Today I reviewed the theory behind the Fourier Transform, and I asked myself a question that I couldn't answer to in the process.
Theory: A periodic waveform has a Fourier series which can be seen as the sampling of the corresponding aperiodic waveform (i.e. the series of a square wave is the sampling of the transformation of a single rectangle). So, a rectangle and a square wave have different harmonic components.
And now my question (square wave is just an example, the question is applicable to any aperiodic function): A digital driver (a clock generator if you want), drives a square wave at frequency f. It starts with a single "rectangle", its spectrum is that of the Fourier transform of a rectangle? Then it continues with many other - infinite - rectangles and you can say that it is indeed a periodic waveform (or at least it's been until that point), is its spectrum that of a square wave?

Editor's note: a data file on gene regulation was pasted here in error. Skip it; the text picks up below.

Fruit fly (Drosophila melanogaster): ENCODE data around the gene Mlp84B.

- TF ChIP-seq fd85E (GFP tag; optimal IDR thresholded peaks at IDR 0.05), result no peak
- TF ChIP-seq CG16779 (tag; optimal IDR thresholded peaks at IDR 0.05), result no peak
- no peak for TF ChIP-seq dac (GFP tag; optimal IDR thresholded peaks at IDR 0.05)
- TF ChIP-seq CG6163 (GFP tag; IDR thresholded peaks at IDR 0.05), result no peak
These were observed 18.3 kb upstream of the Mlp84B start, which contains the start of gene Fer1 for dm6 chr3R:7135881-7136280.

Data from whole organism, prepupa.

Of course, if I watch the signal with a spectrum analyzer I'll see the odd harmonics typical of a square wave... And it's absurd to say that the spectrum of the signal changes (initially that of a rectangle, and then that of a square wave). So what does really happen there?
I hope you see the incongruency that I'm trying to point out, and I would say this is not useless thinking as the spectrum of a signal says how the signal will propagate through the medium.
From the comments it seems the question was not clear enough, let me add this:
"are you asking why you don't observe the spectrum changing in your analyzer between the 1st square wave and every subsequent square wave as it passes through?" --> My question is if this change really happens, and how it can make sense. If that really happened, it's clear why the spectrum analyzer would not show it.
EDIT 2: Clarify the meaning of rectangle and square wave
Also, when I refer to a "rectangle" or "single rectangle" I mean, basically, a single period of the square wave. To be more precise, the rising edge, high level and then falling edge are enough. Referring to it as a "square" didn't sound right to me. So I see a "square wave" as a series of "rectangles".